National Geographic Uses Maps and Graphics to Makes Stories Come-to-Life< < Back to
The job of the editorial teams at National Geographic is to make a “round world” come to life on a “flat plane” of a magazine, a web-screen, a phone or other mobile device. That, often, is a big challenge.
Kaitlin Yarnall is Deputy Director for the Centers of Excellence in Journalism, Mapping and Photography at the National Geographic Society.
She also has been the lead editorial manager for National Geographic’s 2014 multi-year, multimedia food initiative – to examine all aspect of food in our lives. It has been the most commercially successful editorial initiative in the history of National Geographic.
Yarnall’s designs for Geographic have won numerous awards.
She claims that even in the 21st century that maps have relevance. In fact, she claims that maps are making resurgence in our lives. Despite electronic GPS and other tracking methods, ordinary maps give individuals context and perspective that other electronic tracking devices do not, says Yarnall.
Along with graphics, photos, and other interactive features, maps and graphic depictions also make stories come to life. They broaden a reader’s perspective beyond the mere print and text of a story.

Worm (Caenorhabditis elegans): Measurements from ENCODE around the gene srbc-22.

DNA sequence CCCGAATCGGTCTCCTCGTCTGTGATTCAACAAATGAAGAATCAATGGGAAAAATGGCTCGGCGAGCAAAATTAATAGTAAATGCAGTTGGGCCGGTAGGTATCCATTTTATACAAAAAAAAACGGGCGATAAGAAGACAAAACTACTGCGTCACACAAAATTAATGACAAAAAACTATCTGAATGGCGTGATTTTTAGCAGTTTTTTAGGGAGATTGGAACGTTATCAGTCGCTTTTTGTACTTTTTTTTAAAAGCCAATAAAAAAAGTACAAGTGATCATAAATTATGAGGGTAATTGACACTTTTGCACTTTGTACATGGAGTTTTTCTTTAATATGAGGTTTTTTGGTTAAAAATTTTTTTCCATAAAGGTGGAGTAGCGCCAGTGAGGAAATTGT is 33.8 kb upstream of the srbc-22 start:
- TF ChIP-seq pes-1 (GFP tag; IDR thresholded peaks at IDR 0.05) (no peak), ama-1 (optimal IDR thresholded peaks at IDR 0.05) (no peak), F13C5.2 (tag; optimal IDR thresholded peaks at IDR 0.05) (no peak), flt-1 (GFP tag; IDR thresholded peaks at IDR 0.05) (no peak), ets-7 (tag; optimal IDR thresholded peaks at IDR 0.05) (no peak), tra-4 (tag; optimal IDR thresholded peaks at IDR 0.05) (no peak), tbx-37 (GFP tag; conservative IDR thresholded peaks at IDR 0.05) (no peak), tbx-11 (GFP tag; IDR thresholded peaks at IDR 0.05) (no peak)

Editorial teams at National Geographic spend a great amount of time on the marriage between text, photos, graphics and maps. All are powerful storytelling elements when combined.
Yarnall also says that background data and data presentation can be critical to a story. Data must be presented a multiple levels, according to Yarnall.
Some basic data should be presented for someone who wants just some cursory background but other times, big data must be presented for those who want to dig deep on a particular subject.
Yarnall also notes that graphic designers for news and features must examine video gaming presentations and theories on how to engage people with the topic at a high interest level.
She claims that storytellers can take a great deal of information and tips on making stories more engaging from game developers.